But at the time, on the borderlands of Pennsylvania and Virginia, no one expected war, and no one knew how it would turn out. The one certainty was that any war between the states would be fought in their fields and streets. Edward L. Ayers gives us a different Civil War, built on an intimate scale. He charts the descent into war in the Great Valley spanning Pennsylvania and Virginia. Connected by strong ties of every kind, including the tendrils of slavery, the people of this borderland sought alternatives to secession and war. When none remained, they took up war with startling intensity.
As this book relays with a vivid immediacy, it came to their doorsteps in hunger, disease, and measureless death. Ayers's Civil War emerges from the lives of everyday people as well as those who helped shape history-- John Brown and Frederick Douglass, Lincoln, Jackson, and Lee. His story ends with the valley ravaged, Lincoln's support fragmenting, and Confederate forces massing for a battle at Gettysburg. 26 illustrations, 1 map.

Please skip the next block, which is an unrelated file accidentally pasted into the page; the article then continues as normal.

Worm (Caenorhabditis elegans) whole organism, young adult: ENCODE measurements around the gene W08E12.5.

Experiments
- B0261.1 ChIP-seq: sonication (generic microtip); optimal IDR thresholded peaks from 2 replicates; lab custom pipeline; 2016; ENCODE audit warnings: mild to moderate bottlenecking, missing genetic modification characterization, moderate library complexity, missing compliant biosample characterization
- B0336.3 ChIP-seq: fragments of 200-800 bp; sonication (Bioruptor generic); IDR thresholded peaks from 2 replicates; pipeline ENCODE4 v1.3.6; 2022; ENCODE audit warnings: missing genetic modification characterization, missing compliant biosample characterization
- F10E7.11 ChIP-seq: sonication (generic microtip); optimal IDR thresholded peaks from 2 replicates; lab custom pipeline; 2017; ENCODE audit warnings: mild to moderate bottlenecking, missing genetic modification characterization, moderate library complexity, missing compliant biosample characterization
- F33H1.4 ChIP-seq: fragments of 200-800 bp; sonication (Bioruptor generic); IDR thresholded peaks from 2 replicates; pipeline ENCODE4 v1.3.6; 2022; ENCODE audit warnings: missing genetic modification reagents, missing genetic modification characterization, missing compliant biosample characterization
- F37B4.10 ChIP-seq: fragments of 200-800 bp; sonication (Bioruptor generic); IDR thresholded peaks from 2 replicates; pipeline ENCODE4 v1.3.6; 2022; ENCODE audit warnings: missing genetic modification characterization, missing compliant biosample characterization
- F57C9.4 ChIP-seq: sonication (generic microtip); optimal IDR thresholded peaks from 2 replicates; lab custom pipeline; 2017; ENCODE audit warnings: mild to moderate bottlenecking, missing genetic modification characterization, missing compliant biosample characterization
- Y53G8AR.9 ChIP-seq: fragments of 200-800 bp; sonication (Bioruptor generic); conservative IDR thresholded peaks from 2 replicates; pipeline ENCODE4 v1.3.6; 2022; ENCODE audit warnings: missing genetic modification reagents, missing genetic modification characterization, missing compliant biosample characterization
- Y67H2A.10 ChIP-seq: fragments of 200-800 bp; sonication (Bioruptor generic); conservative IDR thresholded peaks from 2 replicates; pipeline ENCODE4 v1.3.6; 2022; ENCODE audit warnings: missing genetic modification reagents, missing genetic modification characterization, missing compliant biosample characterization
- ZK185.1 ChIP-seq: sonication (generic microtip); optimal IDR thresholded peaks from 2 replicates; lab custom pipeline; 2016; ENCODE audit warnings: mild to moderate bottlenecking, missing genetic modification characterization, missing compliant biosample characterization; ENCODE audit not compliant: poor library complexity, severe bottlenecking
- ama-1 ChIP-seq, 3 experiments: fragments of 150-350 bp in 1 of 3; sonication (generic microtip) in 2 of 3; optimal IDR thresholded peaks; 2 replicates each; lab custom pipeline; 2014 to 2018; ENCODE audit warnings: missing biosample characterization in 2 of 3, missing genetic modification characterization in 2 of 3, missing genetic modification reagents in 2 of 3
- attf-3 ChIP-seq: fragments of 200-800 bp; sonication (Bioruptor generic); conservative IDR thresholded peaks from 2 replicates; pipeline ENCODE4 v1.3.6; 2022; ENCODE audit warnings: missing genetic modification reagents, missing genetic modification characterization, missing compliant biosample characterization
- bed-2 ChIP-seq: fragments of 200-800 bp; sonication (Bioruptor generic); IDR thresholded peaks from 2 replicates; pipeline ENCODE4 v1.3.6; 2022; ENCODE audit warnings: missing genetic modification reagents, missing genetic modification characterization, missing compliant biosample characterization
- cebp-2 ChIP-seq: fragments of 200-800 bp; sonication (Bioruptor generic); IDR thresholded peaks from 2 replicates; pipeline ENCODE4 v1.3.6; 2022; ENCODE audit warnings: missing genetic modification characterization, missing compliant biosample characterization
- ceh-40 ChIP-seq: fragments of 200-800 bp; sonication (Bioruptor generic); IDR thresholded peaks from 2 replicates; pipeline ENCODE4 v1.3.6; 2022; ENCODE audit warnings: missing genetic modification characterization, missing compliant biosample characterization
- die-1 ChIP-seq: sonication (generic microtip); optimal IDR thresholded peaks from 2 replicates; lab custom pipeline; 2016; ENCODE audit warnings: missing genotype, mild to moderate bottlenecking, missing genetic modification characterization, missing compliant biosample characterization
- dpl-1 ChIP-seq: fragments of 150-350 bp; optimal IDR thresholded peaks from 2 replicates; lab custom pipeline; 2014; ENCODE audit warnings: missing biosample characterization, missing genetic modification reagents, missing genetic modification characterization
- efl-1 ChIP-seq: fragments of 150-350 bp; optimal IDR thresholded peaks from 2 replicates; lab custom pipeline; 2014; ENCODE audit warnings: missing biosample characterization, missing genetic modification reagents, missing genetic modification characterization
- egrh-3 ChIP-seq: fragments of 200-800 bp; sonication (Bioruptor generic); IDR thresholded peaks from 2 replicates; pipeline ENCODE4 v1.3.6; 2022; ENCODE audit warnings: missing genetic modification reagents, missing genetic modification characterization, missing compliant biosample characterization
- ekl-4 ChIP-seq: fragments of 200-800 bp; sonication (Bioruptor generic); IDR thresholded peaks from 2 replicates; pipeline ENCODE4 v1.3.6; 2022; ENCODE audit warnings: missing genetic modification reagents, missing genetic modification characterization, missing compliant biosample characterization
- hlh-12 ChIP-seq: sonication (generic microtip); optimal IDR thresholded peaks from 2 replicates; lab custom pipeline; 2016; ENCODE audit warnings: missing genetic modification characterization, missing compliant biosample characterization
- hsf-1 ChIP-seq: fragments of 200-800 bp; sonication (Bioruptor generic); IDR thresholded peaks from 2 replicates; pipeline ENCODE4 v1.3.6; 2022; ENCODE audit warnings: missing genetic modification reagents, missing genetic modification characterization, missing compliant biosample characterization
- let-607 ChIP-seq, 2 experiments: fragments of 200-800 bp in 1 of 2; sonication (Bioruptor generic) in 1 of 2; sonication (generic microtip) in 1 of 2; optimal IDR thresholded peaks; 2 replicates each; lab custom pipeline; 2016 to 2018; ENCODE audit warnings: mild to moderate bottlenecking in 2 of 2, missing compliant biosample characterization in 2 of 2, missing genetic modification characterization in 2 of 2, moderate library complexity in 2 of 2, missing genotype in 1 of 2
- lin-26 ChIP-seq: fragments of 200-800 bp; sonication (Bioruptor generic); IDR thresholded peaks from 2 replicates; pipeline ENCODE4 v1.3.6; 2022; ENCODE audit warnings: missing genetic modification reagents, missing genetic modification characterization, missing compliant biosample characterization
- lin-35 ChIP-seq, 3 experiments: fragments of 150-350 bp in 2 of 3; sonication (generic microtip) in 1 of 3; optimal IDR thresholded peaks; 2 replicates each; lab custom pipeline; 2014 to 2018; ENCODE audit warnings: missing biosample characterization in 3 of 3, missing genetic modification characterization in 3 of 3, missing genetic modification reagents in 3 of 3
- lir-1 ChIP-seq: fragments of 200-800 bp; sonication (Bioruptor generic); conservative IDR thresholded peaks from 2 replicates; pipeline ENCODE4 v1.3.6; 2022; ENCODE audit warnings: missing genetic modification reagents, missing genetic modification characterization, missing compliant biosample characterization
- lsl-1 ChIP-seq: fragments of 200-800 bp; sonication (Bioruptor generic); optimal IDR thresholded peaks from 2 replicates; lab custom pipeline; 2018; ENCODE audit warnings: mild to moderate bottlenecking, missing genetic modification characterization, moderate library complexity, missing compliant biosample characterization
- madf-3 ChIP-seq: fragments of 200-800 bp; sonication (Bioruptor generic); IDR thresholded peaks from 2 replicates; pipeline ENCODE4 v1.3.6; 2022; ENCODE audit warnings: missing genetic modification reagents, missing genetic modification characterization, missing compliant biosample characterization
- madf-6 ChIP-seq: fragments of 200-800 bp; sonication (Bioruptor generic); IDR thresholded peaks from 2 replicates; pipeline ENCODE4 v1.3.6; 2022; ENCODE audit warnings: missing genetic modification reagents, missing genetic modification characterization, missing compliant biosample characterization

Click for the original review.
Pennsylvania was founded by William Penn, leading the way during the American Revolution and the Industrial Revolution. Virginia was the site of the first permament English settlement in the American colonies and was the largest state at the founding of the country. Following the election of Abraham Lincoln in November 1860, the principal southern states began to threaten and then to achieve secession before Lincoln's inauguration. John Brown was an abolitionist who believed that violence against slavery was justified, as he showed in the assault at Harpers Ferry in 1860.